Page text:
March 9, 2012

Editorial

Defeat of the Blunt Amendment

The U.S. Catholic bishops usually bend over backward to stay out of partisan politics, but sometimes they are pulled in anyway. That is definitely what has happened this year.

It is disappointing, but not surprising, that Democrats in the Senate killed the Blunt Amendment that would have allowed a religious-conscience exemption for the U.S. Department of Health and Human Services' (HHS) mandate about abortifacients, sterilization and contraceptives in health care plans. They framed it as a birth control issue and a women's rights issue rather than a religious freedom issue.

It became a partisan issue because all but one Republican senator voted for the amendment, and all but three Democrats voted against it.

Who would have thought that contraception would become one of the issues in the campaign? That happened when President Barack Obama decided that all employers, including Catholic institutions, must include free sterilizations and contraceptives, including abortifacients, in their health care plans.

We know that it was the president's decision because he called New York's Cardinal Timothy M. Dolan, who is president of the U.S. Conference of Catholic Bishops, to tell him about the decision before HHS officials announced it.

Naturally, the bishops had to object to being forced to pay for something that the Church teaches is immoral. The president could have avoided the controversy that ensued if he had exempted those who objected to paying for those services for reasons of conscience. But Obama and his supporters quickly escalated it into a women's rights issue.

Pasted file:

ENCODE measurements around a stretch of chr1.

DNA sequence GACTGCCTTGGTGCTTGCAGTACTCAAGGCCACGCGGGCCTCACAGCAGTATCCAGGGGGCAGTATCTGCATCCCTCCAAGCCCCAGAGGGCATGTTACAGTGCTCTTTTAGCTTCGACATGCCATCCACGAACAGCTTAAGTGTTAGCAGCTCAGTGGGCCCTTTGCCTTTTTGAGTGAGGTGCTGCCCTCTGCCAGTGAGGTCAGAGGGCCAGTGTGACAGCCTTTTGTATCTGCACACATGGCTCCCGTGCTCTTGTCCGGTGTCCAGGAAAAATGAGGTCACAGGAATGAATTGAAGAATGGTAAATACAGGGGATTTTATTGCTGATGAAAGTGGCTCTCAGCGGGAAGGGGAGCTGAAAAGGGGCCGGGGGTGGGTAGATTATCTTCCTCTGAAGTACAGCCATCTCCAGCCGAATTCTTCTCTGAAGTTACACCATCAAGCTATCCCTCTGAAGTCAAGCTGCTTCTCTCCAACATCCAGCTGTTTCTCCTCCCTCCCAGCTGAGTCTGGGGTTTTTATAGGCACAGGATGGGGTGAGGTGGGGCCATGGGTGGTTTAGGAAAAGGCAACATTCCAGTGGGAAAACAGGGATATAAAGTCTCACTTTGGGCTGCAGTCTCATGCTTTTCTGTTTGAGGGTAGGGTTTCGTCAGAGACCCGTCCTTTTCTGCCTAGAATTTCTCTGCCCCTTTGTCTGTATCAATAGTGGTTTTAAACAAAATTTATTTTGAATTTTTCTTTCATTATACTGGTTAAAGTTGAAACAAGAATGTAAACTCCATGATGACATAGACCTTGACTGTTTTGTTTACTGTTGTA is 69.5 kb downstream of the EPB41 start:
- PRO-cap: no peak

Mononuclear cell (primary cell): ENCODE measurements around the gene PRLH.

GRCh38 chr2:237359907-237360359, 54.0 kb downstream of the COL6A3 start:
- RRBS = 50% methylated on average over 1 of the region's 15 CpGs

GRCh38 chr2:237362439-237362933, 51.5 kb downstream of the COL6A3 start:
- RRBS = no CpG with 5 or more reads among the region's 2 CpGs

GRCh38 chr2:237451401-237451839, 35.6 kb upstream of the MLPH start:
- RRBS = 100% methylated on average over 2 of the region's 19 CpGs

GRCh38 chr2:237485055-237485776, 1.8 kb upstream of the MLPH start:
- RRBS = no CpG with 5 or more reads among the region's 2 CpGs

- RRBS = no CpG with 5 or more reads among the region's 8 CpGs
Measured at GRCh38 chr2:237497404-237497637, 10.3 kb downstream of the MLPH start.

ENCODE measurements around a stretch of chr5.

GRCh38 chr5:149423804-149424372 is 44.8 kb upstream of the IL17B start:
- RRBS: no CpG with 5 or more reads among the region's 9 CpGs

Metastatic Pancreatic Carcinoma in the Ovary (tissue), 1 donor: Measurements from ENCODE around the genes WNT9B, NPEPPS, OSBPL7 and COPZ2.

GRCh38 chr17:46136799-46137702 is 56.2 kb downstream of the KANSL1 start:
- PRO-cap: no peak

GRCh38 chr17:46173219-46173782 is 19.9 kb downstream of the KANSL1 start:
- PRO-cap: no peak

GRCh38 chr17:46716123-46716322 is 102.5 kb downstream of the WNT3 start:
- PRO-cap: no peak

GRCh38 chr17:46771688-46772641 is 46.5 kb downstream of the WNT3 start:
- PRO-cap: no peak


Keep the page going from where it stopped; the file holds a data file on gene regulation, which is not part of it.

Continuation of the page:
The bishops made it quite clear that this is a freedom-of-religion issue and a defense-of-conscience-rights issue.

Yet, only three Democratic senators voted in favor of the Blunt Amendment. Wouldn't you think that more Democratic senators would be in favor of conscience rights? How can they think that it's OK to force you to do something that is against your conscience?

The message that comes across in the media, though, is that the Catholic bishops are trying to take contraceptives away from women and force women to follow the teachings of the Church.

No, they just don't want to be forced to pay for something that they consider immoral.

They are not asking that free contraceptives be eliminated from all health care programs, only those that the Catholic Church, and other employers with moral or religious objections, are paying for.

Then there is the dust-up over the testimony of Sandra Fluke at a meeting on this issue called by Democrats in Congress. It is nothing short of amazing to us that a Georgetown University law student, or any other young woman, would say that it is not her responsibility to pay for her contraceptives.

Fluke shouldn't expect a Catholic university like Georgetown to pay for her contraceptives.

The defeat of the Blunt Amendment will not be the end of this controversy.

Bishop William E. Lori of Bridgeport, Conn., chairman of the bishops' Ad Hoc Committee on Religious Liberty, has promised to continue to fight for conscience rights for all people.

Unfortunately, the controversy over the HHS mandate isn't the only problem the Catholic Church has had with the Obama administration.

Other disagreements have concerned funding for abortion providers both overseas and in the United States, funding for embryonic stem-cell research, placing children for adoption with same-sex parents, and taking grant money from the bishops' Office of Migration and Refugee Services because it wouldn't make referrals for abortions.

Cardinal Francis E. George of Chicago recently warned that imposition of the HHS mandate would force the Catholic Church to close its hospitals, clinics, schools and all other organizations that would otherwise have to comply.

"Two Lents from now," he warned, "unless something changes, the page [listing Catholic organizations] will be blank."

—John F. Fink

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